To obtain a luminescence age, geochronologists must first measure the equivalent dose or De value (an estimate of the amount of radiation absorbed by the sample in its burial environment). In most cases, the De for a sample is calculated from a distribution of De values measured from multiple aliquots or multiple grains from the same sample.

The De distribution allows us to assess a number of things, such as whether all grains have been sufficiently exposed to sunlight prior to the most recent burial event, or whether there has been mixing between two or more sedimentary units of different ages.

A radial plot. 95% of points should fall in grey shaded area if they are consistent with each other at 2 σ. The relative error is equal to the reciprocal of the precision.

We commonly plot the De distribution in a radial plot. This allows us to see the magnitude of each De value as well as its error.

So, why not use a histogram?

A histogram would be appropriate if the De value errors were all the same. As it turns out, the error of a measured De value tends to be dependent on its magnitude, where larger De values have larger error. So De distributions are usually plotted on radial plots with a logarithmic scale on the radial axis. Unlogged scales may only be used on very young or modern samples with near-zero De values, where the dependency between De values and their errors tends to be negligible.

How to read a radial plot (modified from Galbraith and Roberts, 2012). On the left is the 2 sigma error. The width of the bar on the left is controlled by the distribution of De. The bottom scale indicates a measure of the error of each De measurement. The relative error and precision of each point (De value) can be read off of the bottom scale that is plotted on a regular orthogonal x,y coordinate system. The De value of each point can be read off of the radial axis on the right. The measured burial dose that is modeled from the population of De values is also typically plotted.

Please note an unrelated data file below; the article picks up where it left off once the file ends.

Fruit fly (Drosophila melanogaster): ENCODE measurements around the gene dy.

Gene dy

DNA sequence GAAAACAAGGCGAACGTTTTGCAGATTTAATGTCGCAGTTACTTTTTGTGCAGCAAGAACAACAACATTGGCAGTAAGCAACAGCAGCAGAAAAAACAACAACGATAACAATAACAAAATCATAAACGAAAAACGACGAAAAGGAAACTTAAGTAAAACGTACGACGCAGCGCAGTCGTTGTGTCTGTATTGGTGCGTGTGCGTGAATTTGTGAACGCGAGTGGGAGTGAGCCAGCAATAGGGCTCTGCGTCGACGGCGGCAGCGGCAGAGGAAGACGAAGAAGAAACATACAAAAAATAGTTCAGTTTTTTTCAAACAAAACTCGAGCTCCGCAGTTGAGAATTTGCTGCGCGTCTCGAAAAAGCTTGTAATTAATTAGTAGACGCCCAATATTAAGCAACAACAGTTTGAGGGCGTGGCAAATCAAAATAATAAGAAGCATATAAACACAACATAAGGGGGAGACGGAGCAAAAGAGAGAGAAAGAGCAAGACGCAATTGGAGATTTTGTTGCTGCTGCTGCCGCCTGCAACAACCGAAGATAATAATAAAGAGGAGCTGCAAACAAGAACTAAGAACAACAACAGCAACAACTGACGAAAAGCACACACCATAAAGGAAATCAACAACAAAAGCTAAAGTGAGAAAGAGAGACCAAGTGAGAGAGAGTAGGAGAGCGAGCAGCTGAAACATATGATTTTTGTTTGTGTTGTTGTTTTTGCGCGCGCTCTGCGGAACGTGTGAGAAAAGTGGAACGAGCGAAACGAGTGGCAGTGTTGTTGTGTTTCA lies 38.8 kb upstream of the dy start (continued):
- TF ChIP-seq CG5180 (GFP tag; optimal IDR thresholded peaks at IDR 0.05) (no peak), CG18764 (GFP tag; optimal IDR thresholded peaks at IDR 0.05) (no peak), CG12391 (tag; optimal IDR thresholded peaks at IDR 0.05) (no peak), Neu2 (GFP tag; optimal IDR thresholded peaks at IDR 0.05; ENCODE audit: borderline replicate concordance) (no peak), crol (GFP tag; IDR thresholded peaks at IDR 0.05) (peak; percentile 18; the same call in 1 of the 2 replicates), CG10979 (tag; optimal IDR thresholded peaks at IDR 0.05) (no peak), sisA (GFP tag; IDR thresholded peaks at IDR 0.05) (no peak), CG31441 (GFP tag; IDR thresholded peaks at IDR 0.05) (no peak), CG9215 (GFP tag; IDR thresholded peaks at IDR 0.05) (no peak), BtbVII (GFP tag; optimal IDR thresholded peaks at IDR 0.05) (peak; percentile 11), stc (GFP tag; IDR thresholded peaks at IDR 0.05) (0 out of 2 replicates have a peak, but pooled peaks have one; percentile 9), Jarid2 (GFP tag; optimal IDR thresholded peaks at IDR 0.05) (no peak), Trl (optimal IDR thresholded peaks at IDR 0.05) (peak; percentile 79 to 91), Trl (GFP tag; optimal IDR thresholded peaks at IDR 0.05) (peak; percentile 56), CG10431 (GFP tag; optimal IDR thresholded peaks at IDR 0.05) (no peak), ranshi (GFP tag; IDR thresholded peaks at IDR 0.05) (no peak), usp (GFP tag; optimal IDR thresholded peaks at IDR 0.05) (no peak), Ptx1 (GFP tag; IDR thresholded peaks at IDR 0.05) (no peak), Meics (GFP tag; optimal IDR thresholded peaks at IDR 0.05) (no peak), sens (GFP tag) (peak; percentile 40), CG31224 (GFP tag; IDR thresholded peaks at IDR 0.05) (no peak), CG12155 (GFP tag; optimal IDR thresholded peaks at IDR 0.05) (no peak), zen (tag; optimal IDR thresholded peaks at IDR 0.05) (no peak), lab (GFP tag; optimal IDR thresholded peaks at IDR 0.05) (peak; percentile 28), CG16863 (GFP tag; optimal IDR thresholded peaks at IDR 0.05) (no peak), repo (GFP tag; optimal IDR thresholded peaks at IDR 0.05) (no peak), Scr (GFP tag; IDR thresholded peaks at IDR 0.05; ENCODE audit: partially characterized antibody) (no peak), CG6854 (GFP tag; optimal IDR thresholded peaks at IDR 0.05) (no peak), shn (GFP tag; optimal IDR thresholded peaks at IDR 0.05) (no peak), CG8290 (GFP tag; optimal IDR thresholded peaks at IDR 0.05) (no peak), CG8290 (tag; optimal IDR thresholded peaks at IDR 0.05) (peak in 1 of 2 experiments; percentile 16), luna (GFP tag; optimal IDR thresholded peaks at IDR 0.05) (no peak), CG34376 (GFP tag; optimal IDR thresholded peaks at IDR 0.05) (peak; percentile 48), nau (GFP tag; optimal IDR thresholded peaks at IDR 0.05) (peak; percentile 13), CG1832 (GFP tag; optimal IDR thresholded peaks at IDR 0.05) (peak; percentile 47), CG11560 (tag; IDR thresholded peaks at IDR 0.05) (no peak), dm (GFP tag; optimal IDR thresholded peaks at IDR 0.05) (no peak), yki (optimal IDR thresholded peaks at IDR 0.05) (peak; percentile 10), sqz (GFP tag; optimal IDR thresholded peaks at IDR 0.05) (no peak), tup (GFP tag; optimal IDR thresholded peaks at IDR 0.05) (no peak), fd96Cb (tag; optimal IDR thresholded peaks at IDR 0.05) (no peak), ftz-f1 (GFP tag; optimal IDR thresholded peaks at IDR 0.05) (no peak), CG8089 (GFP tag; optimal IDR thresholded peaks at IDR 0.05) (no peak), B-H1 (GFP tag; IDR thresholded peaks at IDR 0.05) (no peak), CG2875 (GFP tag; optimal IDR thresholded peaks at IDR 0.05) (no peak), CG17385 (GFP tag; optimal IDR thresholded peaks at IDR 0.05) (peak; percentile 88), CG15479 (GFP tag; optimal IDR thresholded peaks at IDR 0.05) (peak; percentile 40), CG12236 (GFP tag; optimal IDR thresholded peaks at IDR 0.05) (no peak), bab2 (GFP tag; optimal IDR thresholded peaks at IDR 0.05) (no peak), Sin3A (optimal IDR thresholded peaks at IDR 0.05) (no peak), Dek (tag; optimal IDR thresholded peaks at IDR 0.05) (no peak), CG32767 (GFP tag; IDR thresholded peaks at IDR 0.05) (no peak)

Recently scholars have argued for the use of a so-called “Abanico plot”. These plots combine the radial plot with a histogram or other univariate plot type, such as a kernel density estimate. An example of this type of plot is shown below for a De distribution with low-precision (<5) values and a small cluster of points below the mean (Component 2). Note that the two clusters are visible in the radial plot and kernel density estimate (blue), but become masked in the histogram (black).

A De distribution containing low-precision values and two components plotted in an Abanico plot. See Dietz et al. (2016) for more details on abanico plots and Galbraith and Roberts (2012) for more indepth discussion on radial plots, kernel density estimates and other data visualization strategies.

— Christina Neudorf